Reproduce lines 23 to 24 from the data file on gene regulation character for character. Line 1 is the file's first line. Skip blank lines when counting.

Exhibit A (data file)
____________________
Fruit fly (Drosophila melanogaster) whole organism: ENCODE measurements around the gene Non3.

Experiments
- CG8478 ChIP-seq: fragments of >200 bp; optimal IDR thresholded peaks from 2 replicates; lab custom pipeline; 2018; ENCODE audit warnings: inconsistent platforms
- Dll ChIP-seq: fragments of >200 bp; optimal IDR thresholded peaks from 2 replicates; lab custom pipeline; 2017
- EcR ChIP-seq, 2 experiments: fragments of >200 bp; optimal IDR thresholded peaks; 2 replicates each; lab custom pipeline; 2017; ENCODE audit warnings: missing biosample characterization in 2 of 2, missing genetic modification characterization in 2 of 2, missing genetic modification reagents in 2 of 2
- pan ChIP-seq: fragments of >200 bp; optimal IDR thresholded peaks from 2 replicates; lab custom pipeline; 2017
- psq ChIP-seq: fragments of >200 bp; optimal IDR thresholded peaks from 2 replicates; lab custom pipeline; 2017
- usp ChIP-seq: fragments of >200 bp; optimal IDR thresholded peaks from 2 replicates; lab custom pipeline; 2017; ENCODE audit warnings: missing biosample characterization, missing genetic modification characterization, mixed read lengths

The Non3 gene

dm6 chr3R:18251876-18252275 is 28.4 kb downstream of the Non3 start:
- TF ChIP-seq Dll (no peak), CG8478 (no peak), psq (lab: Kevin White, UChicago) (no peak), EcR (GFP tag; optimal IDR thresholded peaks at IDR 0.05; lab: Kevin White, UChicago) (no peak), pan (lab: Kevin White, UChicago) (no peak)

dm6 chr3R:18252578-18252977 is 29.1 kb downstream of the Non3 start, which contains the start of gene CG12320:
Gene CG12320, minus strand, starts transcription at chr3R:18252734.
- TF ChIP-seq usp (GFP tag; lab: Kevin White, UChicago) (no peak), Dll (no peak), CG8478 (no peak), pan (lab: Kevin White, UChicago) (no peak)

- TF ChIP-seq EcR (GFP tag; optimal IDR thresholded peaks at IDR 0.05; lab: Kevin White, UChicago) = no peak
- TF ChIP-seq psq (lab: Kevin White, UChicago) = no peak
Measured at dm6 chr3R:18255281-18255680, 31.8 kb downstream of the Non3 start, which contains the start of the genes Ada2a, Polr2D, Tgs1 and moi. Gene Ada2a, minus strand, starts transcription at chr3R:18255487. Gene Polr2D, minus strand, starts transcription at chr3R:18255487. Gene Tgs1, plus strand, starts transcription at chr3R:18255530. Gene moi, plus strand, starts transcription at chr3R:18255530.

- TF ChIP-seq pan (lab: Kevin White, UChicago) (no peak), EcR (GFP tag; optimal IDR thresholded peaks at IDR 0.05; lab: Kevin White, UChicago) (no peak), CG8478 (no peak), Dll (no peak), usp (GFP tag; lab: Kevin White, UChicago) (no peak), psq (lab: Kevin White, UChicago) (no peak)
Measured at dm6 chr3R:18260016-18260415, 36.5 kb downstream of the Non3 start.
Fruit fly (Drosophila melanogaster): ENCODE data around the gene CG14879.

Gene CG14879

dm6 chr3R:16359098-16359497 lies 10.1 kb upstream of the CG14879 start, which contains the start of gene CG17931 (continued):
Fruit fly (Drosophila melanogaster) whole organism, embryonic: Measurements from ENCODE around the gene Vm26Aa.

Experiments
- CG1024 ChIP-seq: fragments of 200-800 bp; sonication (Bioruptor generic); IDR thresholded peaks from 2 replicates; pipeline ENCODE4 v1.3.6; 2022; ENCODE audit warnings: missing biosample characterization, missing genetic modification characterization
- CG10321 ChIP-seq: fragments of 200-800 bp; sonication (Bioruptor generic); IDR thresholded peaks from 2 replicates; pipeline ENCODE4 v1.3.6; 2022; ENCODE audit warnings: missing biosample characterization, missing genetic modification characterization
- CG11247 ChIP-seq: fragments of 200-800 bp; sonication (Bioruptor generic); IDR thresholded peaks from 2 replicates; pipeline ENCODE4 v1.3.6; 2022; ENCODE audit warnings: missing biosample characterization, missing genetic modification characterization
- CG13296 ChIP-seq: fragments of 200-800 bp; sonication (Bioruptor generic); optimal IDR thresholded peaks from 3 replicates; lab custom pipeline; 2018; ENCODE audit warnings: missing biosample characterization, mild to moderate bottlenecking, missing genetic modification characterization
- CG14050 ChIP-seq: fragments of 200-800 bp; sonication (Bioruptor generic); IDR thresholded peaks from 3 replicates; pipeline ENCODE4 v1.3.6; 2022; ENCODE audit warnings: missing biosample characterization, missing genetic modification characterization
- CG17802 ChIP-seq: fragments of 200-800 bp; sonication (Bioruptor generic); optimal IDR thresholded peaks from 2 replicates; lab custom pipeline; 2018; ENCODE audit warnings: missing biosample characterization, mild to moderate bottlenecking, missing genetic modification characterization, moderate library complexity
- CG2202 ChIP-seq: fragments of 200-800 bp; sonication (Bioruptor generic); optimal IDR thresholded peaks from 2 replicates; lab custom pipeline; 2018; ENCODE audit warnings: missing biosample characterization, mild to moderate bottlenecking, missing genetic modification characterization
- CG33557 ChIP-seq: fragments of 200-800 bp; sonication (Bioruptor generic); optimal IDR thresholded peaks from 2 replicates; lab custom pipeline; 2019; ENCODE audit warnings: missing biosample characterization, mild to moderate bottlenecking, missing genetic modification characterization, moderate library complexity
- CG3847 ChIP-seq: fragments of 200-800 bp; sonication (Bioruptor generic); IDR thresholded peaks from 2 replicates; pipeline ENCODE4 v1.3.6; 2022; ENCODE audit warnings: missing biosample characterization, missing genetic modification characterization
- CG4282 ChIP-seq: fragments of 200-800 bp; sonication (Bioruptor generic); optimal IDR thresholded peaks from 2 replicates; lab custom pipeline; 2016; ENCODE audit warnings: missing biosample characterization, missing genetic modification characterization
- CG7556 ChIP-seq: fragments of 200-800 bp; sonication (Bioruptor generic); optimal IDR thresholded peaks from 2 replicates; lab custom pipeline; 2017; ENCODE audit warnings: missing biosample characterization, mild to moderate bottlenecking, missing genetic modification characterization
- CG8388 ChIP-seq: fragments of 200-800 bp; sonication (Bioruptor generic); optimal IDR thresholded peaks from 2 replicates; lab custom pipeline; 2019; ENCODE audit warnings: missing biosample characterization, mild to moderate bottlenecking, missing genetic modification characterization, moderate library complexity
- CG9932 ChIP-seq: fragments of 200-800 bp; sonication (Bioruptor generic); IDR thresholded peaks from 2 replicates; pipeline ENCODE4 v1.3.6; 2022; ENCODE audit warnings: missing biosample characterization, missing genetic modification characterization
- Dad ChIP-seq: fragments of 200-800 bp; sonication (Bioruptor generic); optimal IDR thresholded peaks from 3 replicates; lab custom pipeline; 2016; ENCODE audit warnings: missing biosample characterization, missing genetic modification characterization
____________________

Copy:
Fruit fly (Drosophila melanogaster) whole organism, embryonic: Measurements from ENCODE around the gene Vm26Aa.

Experiments